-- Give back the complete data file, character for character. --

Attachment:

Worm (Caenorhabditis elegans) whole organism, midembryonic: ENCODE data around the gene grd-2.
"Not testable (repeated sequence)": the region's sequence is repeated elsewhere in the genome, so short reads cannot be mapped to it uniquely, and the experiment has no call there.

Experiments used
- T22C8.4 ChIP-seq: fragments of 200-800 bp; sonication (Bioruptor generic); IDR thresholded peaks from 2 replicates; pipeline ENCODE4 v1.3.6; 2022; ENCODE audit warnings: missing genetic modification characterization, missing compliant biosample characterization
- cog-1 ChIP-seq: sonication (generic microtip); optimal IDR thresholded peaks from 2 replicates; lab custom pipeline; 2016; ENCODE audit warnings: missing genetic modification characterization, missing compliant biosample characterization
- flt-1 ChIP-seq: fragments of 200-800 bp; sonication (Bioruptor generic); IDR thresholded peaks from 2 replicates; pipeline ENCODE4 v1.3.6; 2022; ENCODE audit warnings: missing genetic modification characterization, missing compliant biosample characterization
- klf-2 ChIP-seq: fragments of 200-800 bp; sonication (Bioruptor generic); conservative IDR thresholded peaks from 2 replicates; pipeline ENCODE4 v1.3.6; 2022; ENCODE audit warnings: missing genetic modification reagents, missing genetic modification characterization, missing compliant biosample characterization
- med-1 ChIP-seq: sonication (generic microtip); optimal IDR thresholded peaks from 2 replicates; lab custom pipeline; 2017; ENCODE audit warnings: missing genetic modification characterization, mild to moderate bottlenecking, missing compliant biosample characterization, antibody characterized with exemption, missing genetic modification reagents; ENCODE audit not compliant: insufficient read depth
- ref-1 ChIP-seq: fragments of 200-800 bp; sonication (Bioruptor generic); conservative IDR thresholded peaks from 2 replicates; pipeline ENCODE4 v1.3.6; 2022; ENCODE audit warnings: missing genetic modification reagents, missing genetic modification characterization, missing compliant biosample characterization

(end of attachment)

Worm (Caenorhabditis elegans) whole organism, midembryonic: ENCODE data around the gene grd-2.
"Not testable (repeated sequence)": the region's sequence is repeated elsewhere in the genome, so short reads cannot be mapped to it uniquely, and the experiment has no call there.

Experiments used
- T22C8.4 ChIP-seq: fragments of 200-800 bp; sonication (Bioruptor generic); IDR thresholded peaks from 2 replicates; pipeline ENCODE4 v1.3.6; 2022; ENCODE audit warnings: missing genetic modification characterization, missing compliant biosample characterization
- cog-1 ChIP-seq: sonication (generic microtip); optimal IDR thresholded peaks from 2 replicates; lab custom pipeline; 2016; ENCODE audit warnings: missing genetic modification characterization, missing compliant biosample characterization
- flt-1 ChIP-seq: fragments of 200-800 bp; sonication (Bioruptor generic); IDR thresholded peaks from 2 replicates; pipeline ENCODE4 v1.3.6; 2022; ENCODE audit warnings: missing genetic modification characterization, missing compliant biosample characterization
- klf-2 ChIP-seq: fragments of 200-800 bp; sonication (Bioruptor generic); conservative IDR thresholded peaks from 2 replicates; pipeline ENCODE4 v1.3.6; 2022; ENCODE audit warnings: missing genetic modification reagents, missing genetic modification characterization, missing compliant biosample characterization
- med-1 ChIP-seq: sonication (generic microtip); optimal IDR thresholded peaks from 2 replicates; lab custom pipeline; 2017; ENCODE audit warnings: missing genetic modification characterization, mild to moderate bottlenecking, missing compliant biosample characterization, antibody characterized with exemption, missing genetic modification reagents; ENCODE audit not compliant: insufficient read depth
- ref-1 ChIP-seq: fragments of 200-800 bp; sonication (Bioruptor generic); conservative IDR thresholded peaks from 2 replicates; pipeline ENCODE4 v1.3.6; 2022; ENCODE audit warnings: missing genetic modification reagents, missing genetic modification characterization, missing compliant biosample characterization